"Modern cinema's poets laureate of working-class marginalization and spiritual crises, Jean-Pierre and Luc Dardenne are also bona fide motion-picture makers whose works brim with the kind of propulsive thrust that would have left pure action pioneers like Raoul Walsh or Allan Dwan green with envy," writes Fernando F Croce at the House Next Door — he also interviews the Dardennes for Slant. "Think of the Belgian brothers' new film, and the first thing that springs to mind is a red shirt zipping kinetically up and down and across the screen, rushing in and out of corridors when not climbing fences and trees."
The Kid with a Bike is "the tale of a young boy abandoned by his deadbeat father and the emotional delinquency that ensues," writes Michael Guillén at Twitch. "Angry, nearly feral, and desperate for his father's love, Cyril (in a volatile turn by Thomas Doret) has to learn that lashing out at the world will not bring him love. Cécile de France — last seen swept away by a tsunami in Clint Eastwood's Hereafter — plays Samantha, a hairdresser who befriends Cyril and strives to contain his volatility; a tsunami of a different sort."
"Playing an astonishingly undaunted foster parent, her performance is almost entirely reactive, chasing after her young co-star, receiving his blows, tracking his movements," adds Eric Hynes in the Voice. "She might never solicit our attention, but whenever she slides out of frame, we share Cyril's anxiety over her absence."
"Doret doesn't deserve an Oscar so much as an Olympic medal for what the Dardennes put him through," writes Kevin B Lee at Fandor: "in contending with rough elements in his neighborhood, he bikes, runs, climbs, brawls, and bashes heads with a baseball bat; he's an adolescent Bourne franchise in the making. Le cinema Dardenne remains as well-oiled a machine as ever, milking the imperiled child premise and tough-love salvation trope for all the ruthlessly effective drama it can deliver."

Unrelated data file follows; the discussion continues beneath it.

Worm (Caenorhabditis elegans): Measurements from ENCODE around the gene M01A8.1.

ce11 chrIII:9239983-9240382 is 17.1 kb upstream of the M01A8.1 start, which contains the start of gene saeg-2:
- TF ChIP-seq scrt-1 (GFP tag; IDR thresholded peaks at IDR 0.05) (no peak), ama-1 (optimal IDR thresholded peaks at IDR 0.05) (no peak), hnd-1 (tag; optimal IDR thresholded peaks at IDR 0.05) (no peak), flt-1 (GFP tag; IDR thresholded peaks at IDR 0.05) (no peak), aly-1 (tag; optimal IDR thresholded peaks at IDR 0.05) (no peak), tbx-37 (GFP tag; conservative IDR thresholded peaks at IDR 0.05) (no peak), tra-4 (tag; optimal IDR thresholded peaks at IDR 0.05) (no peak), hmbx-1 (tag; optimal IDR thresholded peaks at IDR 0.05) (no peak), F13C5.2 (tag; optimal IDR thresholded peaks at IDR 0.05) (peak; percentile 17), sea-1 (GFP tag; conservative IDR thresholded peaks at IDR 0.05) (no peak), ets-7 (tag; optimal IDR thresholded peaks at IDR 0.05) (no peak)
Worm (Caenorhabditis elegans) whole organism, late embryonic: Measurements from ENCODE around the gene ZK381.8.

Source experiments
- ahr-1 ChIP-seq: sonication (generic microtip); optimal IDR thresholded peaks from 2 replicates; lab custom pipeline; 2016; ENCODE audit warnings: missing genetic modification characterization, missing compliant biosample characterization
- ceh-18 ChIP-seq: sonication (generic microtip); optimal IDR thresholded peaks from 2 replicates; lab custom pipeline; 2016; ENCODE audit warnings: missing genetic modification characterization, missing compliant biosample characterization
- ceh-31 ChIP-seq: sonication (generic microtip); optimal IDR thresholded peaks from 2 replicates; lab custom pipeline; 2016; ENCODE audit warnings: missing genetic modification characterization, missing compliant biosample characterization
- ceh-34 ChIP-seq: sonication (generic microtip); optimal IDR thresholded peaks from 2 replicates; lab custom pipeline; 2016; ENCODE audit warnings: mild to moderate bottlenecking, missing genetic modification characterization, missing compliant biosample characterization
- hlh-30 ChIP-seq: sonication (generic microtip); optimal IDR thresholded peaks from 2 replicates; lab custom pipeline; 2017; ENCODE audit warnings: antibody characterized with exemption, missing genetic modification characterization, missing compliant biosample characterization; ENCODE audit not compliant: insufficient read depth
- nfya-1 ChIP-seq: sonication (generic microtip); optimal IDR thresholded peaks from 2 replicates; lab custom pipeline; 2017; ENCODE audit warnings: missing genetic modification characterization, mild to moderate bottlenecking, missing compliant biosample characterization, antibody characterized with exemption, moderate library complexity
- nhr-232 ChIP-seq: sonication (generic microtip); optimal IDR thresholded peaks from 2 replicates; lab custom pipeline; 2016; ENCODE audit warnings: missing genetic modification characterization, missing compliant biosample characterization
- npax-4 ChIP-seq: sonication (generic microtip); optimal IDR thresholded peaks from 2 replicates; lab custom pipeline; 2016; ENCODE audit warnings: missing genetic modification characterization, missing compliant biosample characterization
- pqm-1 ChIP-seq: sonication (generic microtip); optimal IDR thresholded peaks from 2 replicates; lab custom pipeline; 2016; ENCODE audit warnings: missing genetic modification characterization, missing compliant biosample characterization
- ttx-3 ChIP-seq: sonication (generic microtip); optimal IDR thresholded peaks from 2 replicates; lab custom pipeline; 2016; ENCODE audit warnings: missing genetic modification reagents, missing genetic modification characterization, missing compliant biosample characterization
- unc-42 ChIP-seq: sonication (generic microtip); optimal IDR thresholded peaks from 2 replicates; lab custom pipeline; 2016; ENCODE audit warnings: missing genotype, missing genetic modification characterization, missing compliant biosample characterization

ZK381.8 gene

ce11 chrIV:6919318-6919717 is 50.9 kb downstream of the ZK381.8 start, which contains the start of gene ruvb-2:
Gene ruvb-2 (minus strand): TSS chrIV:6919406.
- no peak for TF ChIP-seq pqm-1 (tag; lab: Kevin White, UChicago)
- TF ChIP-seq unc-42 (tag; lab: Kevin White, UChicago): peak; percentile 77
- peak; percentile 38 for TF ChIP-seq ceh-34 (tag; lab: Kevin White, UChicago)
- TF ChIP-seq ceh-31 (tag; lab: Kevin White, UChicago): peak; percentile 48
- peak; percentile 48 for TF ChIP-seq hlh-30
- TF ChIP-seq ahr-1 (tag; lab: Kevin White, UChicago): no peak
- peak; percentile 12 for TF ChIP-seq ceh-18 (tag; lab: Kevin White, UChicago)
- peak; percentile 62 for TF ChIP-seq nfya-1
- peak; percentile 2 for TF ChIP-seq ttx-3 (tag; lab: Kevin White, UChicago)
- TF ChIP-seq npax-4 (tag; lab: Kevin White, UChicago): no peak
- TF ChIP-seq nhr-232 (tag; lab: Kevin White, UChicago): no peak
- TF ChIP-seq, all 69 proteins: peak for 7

The New Yorker's Richard Brody: "The filmmakers bring an analytical eye to his impulsive energy; they capture the wild, primal emotions at the heart of society and show that well-ordered republics — and families — run on passions that are hard to accommodate or tolerate."
Earlier: Daniel Kasman from Cannes, the Cannes roundup and Dan Sallitt from Toronto.
Updates: "It's clear now from their six fiction features that whatever the Dardenne brothers point their camera at becomes, for that moment, the most interesting thing in the universe," writes Michael Koresky at Reverse Shot. "This is a rare talent; only a handful of similarly gifted living directors come to my mind — Claire Denis, for sure — through whose eyes, and by the simplest, most natural means, the world becomes beautiful, even amidst agonizing tumult. This is because in fixating on the world's traumas they see the possibility for minor daily redemptions. The Dardennes, in particular, are preternaturally adept at locating the beauty in bustle, and the solace amidst struggle." The Kid with a Bike is as "fixated on the physical as their earlier Rosetta and L'Enfant."